Who Runs the Streets of New Orleans? | NY TImes

On the morning of Sunday, March 29, Sidney Torres was sipping an espresso in the kitchen of his mansion on the edge of the French Quarter when a jarring notification lit up his iPad and two iPhones. Pimps fighting with drug dealers and johns. Man has gun. Hurry. The message came from a neighbor 10 blocks away, on St. Louis Street, and was sent through a venture Torres started four days earlier: a private police patrol that could be summoned via mobile app. Torres, who made a vast fortune as the founder of SDT Waste & Debris Services, a sanitation company that cleaned up much of New Orleans in the years following Hurricane Katrina, spent $380,000 to fund the enterprise after a crime wave put Quarter residents on edge for the better part of a year. Between November and January, there were more than 60 robberies in the neighborhood, and the crimes became increasingly brazen, including a vicious stabbing and a spate of random beatings. It became a personal issue for Torres on Dec. 17, when his 8,000-square-foot home was burglarized; three weeks later, the bar next door was held up by two masked gunmen. Torres’s crowdsourcing approach to crime, conceived throughout February and March, was the impulsive byproduct of his belief that the New Orleans Police Department, which has shrunk by around 500 officers since Hurricane Katrina, was no longer able to protect even the neighborhood less than a square mile in size that contained the city’s most valuable real estate.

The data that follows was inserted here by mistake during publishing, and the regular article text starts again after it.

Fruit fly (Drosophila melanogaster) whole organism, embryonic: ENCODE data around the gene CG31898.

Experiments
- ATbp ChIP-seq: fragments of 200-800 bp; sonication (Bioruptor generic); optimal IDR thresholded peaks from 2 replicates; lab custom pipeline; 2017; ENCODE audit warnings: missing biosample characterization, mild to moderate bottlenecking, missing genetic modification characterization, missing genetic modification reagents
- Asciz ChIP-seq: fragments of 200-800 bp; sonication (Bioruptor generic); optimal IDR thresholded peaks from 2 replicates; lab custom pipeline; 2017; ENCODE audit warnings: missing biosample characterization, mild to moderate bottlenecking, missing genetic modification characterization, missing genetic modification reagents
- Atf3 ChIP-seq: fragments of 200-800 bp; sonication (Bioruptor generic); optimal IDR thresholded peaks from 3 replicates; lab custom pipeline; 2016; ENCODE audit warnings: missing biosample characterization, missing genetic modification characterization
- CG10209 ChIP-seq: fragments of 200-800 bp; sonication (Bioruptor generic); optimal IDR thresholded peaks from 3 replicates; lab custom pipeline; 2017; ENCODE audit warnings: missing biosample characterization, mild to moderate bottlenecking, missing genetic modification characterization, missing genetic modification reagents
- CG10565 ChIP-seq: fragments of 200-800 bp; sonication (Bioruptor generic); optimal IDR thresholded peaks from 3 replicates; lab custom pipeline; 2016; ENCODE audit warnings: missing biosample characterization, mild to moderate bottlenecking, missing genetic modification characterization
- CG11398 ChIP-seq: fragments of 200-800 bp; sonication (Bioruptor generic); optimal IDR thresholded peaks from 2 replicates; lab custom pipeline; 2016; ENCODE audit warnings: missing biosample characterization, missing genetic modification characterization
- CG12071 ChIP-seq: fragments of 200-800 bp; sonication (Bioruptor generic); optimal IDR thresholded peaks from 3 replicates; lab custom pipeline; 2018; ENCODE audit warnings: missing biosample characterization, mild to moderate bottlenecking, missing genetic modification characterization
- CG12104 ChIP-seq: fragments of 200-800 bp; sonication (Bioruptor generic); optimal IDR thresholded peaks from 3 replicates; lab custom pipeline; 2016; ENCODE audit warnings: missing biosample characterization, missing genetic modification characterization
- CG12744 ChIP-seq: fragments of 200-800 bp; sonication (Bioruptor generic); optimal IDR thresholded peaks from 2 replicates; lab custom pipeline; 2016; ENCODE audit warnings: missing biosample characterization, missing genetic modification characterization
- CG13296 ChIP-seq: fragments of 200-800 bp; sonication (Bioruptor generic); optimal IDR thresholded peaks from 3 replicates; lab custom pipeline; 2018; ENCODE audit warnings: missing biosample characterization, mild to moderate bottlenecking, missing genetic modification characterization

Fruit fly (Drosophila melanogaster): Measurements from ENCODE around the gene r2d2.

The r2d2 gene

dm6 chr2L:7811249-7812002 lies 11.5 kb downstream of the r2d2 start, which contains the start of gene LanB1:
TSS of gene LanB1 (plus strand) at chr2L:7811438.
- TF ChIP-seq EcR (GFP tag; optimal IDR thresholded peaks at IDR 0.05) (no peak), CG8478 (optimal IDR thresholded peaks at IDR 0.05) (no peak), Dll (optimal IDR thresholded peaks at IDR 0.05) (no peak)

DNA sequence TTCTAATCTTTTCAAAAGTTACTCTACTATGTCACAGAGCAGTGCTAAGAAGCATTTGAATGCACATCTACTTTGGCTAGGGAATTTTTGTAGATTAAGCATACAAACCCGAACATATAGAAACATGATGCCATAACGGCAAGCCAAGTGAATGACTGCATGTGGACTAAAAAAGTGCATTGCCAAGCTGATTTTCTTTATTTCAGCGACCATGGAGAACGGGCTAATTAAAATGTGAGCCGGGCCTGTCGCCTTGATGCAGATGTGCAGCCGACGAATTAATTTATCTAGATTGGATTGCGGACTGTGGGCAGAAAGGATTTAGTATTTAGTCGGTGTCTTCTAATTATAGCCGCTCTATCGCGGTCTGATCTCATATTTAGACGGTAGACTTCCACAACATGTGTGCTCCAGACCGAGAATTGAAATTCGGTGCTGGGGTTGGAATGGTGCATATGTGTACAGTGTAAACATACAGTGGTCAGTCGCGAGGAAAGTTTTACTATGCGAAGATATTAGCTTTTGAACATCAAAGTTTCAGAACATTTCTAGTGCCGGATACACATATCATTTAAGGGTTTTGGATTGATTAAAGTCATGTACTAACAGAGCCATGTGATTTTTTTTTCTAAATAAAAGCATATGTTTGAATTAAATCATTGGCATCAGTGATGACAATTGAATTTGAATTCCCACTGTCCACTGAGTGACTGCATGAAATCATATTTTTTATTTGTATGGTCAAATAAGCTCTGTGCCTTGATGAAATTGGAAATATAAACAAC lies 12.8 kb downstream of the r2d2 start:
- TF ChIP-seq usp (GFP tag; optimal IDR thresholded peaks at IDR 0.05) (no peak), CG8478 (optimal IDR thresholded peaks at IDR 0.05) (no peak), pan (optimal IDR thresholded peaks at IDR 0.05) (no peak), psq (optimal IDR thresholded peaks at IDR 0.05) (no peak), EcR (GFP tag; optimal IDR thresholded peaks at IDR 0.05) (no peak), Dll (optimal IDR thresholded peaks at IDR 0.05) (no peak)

Seated at his kitchen table, Torres began furiously refreshing his iPad. The screen displayed a digitized map of the Quarter, a grid of 78 city blocks that, as a national historic landmark and the center of the city’s $6.7 billion tourism industry, draw upward of nine million visitors each year. A red dot represented the incident in progress on St. Louis, while a green arrow indicated a member of Torres’s squad, the French Quarter Task Force, which at all hours had three armed officers zigzagging the neighborhood in matte black Polaris Rangers that resemble militarized golf carts. When Torres, who is 39, had deployed the same vehicles in his garbage business, the decimated city became cleaner than ever. ‘‘Basically, I’m handling crime the same way I did trash,’’ said Torres, whose brooding good looks and penchant for self-promotion earned him the nickname of Trashanova before he sold his sanitation company to a national conglomerate in 2011.

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The Cultural Politics of Hurricane Katrina

After the Storm« traces the cultural and political responses to Hurricane Katrina. Immediately after Katrina, and during the past nine years, its devastating consequences for the Golf region, New Orleans, and the American Nation have been negotiated in a growing number of cultural productions - among them Spike Lee's documentary film »When the Levees Broke«, David Simon and Eric Overmyer's TV series »Treme«, or Natasha Trethewey's poetry collection »Beyond Katrina«. This book provides interdisciplinary perspectives on these and other negotiations of Hurricane Katrina and puts special emphasis on the intersections of the categories race and class

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10th anniversary of Hurricane Katrina inspires multimedia novel